The company’s shares, which have more than doubled in value last year, were up 3.7 percent in afternoon trade after hitting a more than two-decade high earlier.
Ford is now worth more than its century-old rival General Motors, whose market cap stands at about $88.61 billion, and EV start-up Rivian Automotive, whose value is about $77.8 billion.
But, the automakers are still dwarfed by EV leader Tesla Inc., which has a market cap of over $1 trillion.
Shares of Tesla were down 4.7 percent on Thursday.
Ford’s gains come amid its plans to double production capacity for the electric version of its hugely popular F-150 pickup truck to 150,000 vehicles as part of Chief Executive Jim Farley’s aggressive electrification strategy.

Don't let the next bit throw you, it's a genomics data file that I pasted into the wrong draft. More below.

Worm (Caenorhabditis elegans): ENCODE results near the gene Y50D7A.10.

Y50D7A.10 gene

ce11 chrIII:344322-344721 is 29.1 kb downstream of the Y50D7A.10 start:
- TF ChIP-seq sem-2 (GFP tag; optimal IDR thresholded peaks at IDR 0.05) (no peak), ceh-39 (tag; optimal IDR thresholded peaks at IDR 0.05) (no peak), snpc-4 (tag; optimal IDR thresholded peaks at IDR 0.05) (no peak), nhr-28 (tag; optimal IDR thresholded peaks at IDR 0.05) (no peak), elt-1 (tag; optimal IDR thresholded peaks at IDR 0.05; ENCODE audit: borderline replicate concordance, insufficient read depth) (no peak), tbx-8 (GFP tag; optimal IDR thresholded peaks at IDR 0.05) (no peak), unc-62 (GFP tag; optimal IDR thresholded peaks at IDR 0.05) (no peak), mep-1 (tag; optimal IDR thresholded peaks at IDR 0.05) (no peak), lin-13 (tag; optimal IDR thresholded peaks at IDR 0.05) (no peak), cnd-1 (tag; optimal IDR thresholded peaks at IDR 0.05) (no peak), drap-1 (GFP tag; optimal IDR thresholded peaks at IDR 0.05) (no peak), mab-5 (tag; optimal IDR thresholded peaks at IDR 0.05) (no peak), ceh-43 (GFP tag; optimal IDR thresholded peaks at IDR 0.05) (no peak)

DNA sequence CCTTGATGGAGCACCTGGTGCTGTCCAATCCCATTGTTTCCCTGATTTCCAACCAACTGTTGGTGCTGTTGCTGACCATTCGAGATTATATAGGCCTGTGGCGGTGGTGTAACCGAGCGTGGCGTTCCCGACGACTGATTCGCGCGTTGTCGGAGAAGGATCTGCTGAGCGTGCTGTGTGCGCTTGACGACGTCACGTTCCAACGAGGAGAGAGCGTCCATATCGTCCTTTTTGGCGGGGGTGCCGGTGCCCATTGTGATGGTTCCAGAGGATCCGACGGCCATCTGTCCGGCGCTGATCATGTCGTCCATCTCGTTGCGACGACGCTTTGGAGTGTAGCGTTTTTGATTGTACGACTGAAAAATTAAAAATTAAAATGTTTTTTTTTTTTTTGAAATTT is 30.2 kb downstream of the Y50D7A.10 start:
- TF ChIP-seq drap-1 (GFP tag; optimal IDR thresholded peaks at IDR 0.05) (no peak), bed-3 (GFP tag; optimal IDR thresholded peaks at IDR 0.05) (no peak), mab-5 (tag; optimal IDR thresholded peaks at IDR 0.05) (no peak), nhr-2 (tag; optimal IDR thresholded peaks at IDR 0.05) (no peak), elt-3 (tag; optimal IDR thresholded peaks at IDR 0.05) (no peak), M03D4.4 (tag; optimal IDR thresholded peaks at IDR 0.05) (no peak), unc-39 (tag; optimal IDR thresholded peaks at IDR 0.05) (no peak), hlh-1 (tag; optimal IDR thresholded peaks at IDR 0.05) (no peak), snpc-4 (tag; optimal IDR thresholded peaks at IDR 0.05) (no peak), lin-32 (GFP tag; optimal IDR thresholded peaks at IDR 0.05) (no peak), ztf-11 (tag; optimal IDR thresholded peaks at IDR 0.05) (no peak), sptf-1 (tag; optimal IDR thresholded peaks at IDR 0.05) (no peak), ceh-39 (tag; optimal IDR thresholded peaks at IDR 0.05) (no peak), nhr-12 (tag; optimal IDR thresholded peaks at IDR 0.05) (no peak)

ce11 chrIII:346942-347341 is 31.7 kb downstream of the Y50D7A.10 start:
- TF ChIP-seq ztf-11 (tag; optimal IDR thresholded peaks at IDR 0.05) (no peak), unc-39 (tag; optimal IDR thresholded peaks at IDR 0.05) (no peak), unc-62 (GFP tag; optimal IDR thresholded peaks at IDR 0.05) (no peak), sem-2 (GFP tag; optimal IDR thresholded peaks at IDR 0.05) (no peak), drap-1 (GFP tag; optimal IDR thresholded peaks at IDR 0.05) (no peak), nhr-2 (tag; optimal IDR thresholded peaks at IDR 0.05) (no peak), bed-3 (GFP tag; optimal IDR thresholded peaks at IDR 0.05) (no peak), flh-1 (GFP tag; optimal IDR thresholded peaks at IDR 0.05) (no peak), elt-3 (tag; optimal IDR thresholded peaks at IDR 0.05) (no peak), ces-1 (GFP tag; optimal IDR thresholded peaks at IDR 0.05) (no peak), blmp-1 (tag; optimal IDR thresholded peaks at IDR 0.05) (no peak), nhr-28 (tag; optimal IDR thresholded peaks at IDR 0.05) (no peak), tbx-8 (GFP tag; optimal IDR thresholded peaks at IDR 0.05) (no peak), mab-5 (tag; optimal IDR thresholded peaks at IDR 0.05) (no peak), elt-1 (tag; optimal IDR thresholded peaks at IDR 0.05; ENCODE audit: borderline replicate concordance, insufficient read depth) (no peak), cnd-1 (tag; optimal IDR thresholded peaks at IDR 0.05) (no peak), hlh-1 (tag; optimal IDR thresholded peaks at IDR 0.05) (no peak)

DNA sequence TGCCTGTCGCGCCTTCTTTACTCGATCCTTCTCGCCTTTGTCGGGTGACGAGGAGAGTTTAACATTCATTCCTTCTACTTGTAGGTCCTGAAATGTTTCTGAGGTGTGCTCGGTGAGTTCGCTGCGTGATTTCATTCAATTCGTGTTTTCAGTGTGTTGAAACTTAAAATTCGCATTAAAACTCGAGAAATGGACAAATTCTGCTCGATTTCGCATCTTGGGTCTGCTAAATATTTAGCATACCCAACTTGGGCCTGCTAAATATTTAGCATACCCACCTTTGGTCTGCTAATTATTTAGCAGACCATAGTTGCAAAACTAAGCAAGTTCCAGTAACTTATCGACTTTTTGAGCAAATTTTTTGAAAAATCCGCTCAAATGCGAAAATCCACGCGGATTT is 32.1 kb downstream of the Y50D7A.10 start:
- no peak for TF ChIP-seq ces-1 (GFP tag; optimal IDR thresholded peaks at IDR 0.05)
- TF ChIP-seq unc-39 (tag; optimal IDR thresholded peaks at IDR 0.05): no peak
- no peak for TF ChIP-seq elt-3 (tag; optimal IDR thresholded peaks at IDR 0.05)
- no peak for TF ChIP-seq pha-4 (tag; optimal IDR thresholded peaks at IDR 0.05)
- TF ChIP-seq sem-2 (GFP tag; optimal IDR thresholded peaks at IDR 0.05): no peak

Demand for the F-150 Lightning electric pickup has been red hot and Ford has had to stop taking reservations for the truck ahead of its arrival this spring at U.S. dealers.
Ford’s Farley, who took over as CEO in 2020, has pledged to invest more than $30 billion on EVs, including battery development, by 2030.
The EV strategy has buoyed Wall Street brokerages, with Deutsche Bank the latest to raise its price target on Ford.
“We see room for Ford’s fourth quarter performance to come in above consensus expectations, based on continued strong pricing offsetting growing raw materials headwinds,” Deutsche Bank analyst Emmanuel Rosner said in a research note, while raising its price target to $24 from $18.
The median Wall Street price target is $21.85.